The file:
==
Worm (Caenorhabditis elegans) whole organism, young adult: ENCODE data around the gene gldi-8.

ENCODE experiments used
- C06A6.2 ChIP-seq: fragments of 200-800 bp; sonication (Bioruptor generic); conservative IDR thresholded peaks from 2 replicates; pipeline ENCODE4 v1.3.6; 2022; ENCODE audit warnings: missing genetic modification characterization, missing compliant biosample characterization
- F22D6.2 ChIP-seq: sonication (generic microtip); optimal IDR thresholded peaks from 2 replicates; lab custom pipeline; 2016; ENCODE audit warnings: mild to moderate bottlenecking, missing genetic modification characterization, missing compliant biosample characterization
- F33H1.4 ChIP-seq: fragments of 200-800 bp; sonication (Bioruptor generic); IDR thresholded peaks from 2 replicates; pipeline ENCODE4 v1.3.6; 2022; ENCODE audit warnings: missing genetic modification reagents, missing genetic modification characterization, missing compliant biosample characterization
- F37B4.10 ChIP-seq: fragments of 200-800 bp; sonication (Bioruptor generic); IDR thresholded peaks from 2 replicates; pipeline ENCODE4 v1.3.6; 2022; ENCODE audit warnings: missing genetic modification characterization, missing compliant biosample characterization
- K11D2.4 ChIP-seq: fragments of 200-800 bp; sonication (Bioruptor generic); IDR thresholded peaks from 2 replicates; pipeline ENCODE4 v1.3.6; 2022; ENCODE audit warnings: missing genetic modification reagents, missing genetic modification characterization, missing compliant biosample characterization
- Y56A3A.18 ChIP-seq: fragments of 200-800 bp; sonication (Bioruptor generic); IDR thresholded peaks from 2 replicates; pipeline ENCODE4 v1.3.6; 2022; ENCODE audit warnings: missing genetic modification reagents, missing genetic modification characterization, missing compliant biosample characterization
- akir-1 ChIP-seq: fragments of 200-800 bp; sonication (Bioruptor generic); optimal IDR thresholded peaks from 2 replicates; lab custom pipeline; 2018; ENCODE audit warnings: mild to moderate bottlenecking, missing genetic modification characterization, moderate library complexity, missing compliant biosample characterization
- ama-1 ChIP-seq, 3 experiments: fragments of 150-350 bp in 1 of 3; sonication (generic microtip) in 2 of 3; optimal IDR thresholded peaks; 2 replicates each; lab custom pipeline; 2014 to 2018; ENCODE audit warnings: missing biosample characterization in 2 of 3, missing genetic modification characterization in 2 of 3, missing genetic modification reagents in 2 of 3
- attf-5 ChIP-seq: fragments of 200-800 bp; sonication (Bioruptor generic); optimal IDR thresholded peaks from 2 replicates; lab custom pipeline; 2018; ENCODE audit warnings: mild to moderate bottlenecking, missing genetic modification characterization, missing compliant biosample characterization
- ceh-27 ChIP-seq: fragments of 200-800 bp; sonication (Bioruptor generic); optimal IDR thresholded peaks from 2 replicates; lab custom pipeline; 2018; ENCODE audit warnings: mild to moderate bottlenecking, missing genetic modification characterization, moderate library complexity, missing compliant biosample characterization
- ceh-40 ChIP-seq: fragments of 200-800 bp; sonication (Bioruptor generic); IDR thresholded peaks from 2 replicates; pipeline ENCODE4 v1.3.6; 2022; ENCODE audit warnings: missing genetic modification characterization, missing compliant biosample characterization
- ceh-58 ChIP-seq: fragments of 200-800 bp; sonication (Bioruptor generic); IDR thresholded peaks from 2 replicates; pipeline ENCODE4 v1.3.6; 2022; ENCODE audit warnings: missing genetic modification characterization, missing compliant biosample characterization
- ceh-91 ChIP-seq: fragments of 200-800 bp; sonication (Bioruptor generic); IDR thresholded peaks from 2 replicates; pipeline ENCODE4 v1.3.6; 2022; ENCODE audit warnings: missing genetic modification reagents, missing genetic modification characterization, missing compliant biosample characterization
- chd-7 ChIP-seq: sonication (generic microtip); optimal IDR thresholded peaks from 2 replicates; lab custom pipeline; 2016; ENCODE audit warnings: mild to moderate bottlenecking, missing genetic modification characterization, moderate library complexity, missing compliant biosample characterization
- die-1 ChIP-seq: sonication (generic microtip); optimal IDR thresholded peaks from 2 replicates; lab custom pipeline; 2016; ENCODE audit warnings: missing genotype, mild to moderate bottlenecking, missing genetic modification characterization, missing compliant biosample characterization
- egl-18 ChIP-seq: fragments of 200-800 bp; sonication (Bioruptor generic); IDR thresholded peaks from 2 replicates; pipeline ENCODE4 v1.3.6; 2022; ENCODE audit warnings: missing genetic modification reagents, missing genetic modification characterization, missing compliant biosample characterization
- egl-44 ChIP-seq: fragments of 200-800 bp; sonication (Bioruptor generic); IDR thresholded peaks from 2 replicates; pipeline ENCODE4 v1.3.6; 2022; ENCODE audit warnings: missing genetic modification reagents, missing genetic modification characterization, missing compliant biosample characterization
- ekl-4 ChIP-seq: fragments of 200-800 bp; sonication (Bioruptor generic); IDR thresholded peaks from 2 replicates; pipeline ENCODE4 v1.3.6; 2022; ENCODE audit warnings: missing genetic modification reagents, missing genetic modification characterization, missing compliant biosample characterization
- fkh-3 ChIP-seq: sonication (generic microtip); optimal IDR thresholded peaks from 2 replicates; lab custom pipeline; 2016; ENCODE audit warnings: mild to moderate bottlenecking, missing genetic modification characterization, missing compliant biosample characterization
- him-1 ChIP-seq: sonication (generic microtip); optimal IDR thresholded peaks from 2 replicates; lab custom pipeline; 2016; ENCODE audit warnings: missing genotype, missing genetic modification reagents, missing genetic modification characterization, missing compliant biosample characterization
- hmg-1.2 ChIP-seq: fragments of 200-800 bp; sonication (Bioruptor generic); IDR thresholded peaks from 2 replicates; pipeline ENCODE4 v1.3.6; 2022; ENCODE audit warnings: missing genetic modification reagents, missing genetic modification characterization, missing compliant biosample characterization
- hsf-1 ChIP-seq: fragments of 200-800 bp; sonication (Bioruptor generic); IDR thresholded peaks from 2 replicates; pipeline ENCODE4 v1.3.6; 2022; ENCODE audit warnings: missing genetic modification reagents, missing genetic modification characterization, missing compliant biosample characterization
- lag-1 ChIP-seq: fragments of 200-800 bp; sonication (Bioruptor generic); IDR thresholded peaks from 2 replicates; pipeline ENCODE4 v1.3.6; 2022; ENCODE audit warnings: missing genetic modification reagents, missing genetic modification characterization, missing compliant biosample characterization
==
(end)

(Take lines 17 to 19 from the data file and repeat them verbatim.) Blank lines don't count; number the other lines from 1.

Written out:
- die-1 ChIP-seq: sonication (generic microtip); optimal IDR thresholded peaks from 2 replicates; lab custom pipeline; 2016; ENCODE audit warnings: missing genotype, mild to moderate bottlenecking, missing genetic modification characterization, missing compliant biosample characterization
- egl-18 ChIP-seq: fragments of 200-800 bp; sonication (Bioruptor generic); IDR thresholded peaks from 2 replicates; pipeline ENCODE4 v1.3.6; 2022; ENCODE audit warnings: missing genetic modification reagents, missing genetic modification characterization, missing compliant biosample characterization
- egl-44 ChIP-seq: fragments of 200-800 bp; sonication (Bioruptor generic); IDR thresholded peaks from 2 replicates; pipeline ENCODE4 v1.3.6; 2022; ENCODE audit warnings: missing genetic modification reagents, missing genetic modification characterization, missing compliant biosample characterization